Nicholas Focil


Healthcare CEO Nicholas Focil wants patients to have more knowledge of and agency over their health

By Jules Bernstein

It would be fair to say that Nicholas Focil, 35, has done alright for himself in the 13 years since he graduated from UCR in 2009 with a bachelor’s degree in biochemistry. He is the founder and CEO of FOMAT, a 10-year-old clinical research organization; the chairman and co-founder of healthcare startup Febo; and an executive board member at HyperCORE International, one of the world’s largest networks of clinical trial sites.

For all of this, he cites his time at UCR as having been essential. Originally, he thought he wanted to pursue medical school, but he quickly realized that it wasn’t for him. Instead, he threw himself into his studies in the Chemistry Honors Program and collaborating with the Loma Linda University Medical Center on drug trials.

“My undergraduate experience was a cornerstone of my career,” Focil said. “It gave me much more than a background in biochemistry. It exposed me to different cultures, religions, and socioeconomic statuses as well as pain, big heartbreaks, and my best friendships.”

Focil went on to earn a master’s degree in management and organizational behavior from California Lutheran University. His academic training helped him launch FOMAT, where he is working to make healthcare research more relevant to underrepresented communities through innovative education and outreach programs. A recent report from the U.S. Food and Drug Administration highlighted a significant imbalance in representation of minorities in clinical research. While white Americans make up 67% of the U.S. population, they constitute 83% of research participants. Black Americans make up 13.4% of the population, but only 5% of trial participants, and Hispanic/Latino Americans represent 18.1% of the population, but fewer than 1% of trial participants.

FOMAT aims to educate these underrepresented communities about serious health risks and ways to prevent conditions from occurring. This is an important goal for Focil, whose first language was Spanish and whose parents both hail from Ecuador.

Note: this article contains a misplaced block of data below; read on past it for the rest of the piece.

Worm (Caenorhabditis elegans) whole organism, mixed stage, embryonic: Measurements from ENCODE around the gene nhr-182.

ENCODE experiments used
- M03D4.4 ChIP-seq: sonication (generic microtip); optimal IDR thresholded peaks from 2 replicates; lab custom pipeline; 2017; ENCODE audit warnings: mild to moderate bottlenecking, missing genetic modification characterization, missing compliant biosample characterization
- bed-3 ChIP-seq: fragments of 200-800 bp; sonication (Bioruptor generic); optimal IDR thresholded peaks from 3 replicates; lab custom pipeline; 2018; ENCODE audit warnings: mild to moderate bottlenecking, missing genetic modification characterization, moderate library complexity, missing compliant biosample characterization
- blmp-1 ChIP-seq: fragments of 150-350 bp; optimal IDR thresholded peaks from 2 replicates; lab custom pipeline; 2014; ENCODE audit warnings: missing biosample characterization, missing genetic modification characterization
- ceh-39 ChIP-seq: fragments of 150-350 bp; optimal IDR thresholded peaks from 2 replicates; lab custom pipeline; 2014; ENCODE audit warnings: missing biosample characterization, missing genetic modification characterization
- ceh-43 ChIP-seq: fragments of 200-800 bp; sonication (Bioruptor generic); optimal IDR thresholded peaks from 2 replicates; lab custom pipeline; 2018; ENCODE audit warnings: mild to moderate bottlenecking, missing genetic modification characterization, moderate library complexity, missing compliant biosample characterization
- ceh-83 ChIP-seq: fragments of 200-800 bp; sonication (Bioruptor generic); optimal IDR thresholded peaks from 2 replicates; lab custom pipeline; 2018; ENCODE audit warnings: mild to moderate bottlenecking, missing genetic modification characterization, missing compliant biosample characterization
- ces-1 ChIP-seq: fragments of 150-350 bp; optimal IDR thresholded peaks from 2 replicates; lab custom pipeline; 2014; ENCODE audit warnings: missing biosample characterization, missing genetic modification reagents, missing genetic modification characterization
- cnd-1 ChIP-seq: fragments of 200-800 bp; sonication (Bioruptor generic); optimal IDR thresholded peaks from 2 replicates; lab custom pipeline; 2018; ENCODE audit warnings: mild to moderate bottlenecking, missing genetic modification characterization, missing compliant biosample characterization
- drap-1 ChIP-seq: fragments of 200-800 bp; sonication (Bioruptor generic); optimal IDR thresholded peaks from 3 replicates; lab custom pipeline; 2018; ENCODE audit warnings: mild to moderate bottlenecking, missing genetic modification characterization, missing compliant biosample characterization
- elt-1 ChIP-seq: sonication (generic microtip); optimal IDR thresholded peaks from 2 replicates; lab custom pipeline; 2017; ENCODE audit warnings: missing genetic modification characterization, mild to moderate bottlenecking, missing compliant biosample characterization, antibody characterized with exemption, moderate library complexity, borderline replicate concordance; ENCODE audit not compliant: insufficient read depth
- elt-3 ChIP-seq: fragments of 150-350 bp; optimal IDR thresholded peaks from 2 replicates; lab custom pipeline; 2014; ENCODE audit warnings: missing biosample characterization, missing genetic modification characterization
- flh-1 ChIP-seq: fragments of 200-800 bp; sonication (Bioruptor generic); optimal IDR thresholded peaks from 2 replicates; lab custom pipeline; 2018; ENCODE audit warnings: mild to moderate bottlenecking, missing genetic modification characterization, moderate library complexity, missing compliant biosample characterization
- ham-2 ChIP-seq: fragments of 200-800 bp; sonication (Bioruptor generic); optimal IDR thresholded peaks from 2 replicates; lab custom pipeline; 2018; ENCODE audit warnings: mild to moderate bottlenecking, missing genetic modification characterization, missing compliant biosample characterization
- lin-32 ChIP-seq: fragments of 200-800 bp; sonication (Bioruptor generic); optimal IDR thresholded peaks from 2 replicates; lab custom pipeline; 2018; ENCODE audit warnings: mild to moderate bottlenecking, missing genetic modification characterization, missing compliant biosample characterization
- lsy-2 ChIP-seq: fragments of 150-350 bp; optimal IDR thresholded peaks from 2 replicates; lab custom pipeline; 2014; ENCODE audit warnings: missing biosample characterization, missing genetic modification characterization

Companies like Moderna and Pfizer hire FOMAT to conduct trials on the vaccines and treatments they bring to market. They’re currently testing in nearly 70 different therapeutic areas including COVID-19. FOMAT is also one of 10 alliance partners in hyperCORE International, a super network of highly experienced and awarded clinical trial sites working together to accelerate research. Together, they have over 100 sites in five countries conducting studies of medical treatments.

Taking his dedication to wellness even further, Focil co-founded Febo, an app offering tools for managing incurable diseases.

“I believe it’s going to be a game changer for people with chronic conditions, empowering them to have more agency over their health,” Focil said.

Others agree. Last year, the Northern California MIT Healthcare Association chose it as one of the top 100 healthcare startups. The most popular tool in the app offers users validated news about their condition. For example, they can follow “Parkinsons” and any research related to it around the world is translated into English and sent to users in real time. This allows people to be proactive in the ways they work with their doctors, asking for thoughts on new studies or treatments.

Focil is clear about what it takes to achieve success, and he has three specific pieces of advice for the next generation of Highlanders. First: focus.

“Don’t jump around,” he said. “Whatever you choose, stick to it. The grass isn’t greener somewhere else.”

Second: work hard. It doesn’t take much more effort to achieve extraordinary gains.

“The average person works an eight-hour day. If you work 10, in four years you’ll have worked a full year more than your competition,” he said. “A little extra goes a long way.”

Third: lose the obsession with ‘finding your passion.’ Just as many people fall in love with a romantic partner over time, Focil believes the same is true of a career.

“People think there’s a eureka moment, but I don’t buy into that at all,” he said. “Hollywood has done us a disservice promoting the fantasy of an instant, perfect fit. The vast majority of us learn to love what we do with time.”

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